Menten was sentenced to ten years in prison. He served six years and died shortly after being released.
In 1978 Knaan received the highest award issued by the Union of Journalists in Israel, the Sokolov Prize, for his investigation into Menten’s crimes.
For many years Knaan took part in commemorative events held by the Israeli committee to honor the Jews of Lviv.
In 1985 Knaan filled out an application for Yad Vashem about the death of his father, David Krumholz. On the line “circumstances of death” he wrote: “Killed by a Dutch Catholic friend, Pieter Menten. In the summer of 1941, he was shot in Lviv.”
In 2016, already after his death, Haviv Knaan was featured as one of the heroes of a three-part Dutch television mini-series called The Menten Affair. This taut thriller portrays the investigation into Menten’s crimes, ranging from the killing of Jews in a village near Lviv to the highly publicized trial that took place in Holland in the late 1970s.
Israelis and the global Ukrainian community
In Israel, in December 1970–January 1971, Knaan met with Vasyl Avramenko, the renowned Ukrainian dancer and director of Ukrainian dance groups. Knaan promoted Avramenko in the Israeli press and informed readers about the preparations for the festival of Ukrainian dance in Jerusalem called “Glory to Israel.” Knaan’s archive contains Avramenko’s heartfelt letters expressing gratitude for the warm welcome given him in Israel.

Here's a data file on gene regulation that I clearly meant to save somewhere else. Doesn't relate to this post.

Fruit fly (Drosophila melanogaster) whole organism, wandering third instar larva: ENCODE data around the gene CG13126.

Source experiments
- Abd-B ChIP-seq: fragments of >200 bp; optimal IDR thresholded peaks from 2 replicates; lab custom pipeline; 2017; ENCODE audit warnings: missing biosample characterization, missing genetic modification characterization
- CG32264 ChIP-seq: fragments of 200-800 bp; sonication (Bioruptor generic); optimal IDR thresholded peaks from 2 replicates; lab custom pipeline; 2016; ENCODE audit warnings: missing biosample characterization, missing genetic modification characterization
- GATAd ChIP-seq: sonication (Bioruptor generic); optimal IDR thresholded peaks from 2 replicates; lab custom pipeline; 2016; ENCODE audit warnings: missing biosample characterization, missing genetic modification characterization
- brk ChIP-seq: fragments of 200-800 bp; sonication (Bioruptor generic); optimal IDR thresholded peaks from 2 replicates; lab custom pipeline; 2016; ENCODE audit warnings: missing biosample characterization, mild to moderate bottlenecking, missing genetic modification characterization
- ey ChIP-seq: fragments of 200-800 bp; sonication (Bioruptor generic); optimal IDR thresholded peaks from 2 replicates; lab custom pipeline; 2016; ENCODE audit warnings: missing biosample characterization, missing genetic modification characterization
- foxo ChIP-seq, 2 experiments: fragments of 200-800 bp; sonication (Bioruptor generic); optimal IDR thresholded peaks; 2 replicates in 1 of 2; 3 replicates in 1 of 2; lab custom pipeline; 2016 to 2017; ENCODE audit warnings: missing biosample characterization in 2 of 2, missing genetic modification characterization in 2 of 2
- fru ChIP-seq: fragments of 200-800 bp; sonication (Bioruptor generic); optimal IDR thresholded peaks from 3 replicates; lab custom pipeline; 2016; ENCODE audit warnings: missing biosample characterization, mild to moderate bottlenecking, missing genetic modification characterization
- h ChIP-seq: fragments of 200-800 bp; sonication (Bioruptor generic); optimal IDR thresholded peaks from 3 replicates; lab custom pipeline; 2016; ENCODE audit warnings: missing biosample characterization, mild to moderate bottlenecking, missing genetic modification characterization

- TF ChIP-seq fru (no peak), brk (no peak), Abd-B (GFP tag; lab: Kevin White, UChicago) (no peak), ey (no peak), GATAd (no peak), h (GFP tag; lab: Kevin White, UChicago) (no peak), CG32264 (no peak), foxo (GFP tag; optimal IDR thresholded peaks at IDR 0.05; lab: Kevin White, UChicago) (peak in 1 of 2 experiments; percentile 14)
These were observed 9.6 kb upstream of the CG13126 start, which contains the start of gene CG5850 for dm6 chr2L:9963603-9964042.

Against the backdrop of the Menten trial, the “Ukrainian topic” was also raised. Knaan gave an interview to the New York Times in late 1976, which sparked a lot of feedback from Ukrainian- American readers. One of them, R. [Rostyslav] Chomiak, from Virginia, wrote to Knaan, sharing his recollections of Nazi atrocities against the Jews in the Lviv ghetto, as well as those of his parents, who rescued Jews from the ghetto. Knaan requested detailed material about this and offered his help with lobbying Yad Vashem to award the title of Righteous Among the Nations to the parents of this Ukrainian American.
In 1977 Knaan went to the United States to look for materials on the topic of Ukrainian-Jewish relations. He wrote to Walter Dushnyck, editor in chief of the Ukrainian Quarterly, who advised him to contact the Ukrainian National Council in Munich for archival materials and personally to Slava Stetsko, who lived in that city. The Knaan archive does not contain replies from these Munich-based addressees; perhaps they never sent a reply to the Israeli journalist.
That same year he wrote a Hebrew-language article entitled “The Roots and Developments of Antisemitism among Ukrainians.” In a letter to Dushnyck, Knaan emphasized the following: “I took up this sad topic sine ira et studio (Latin: “without anger and passion”) as my humble contribution to the idea that the time is ripe for a frank and free dialogue about Jewish-Ukrainian relations. I believe that in the relations between [our] nations, there should not be any undiscussed topics.”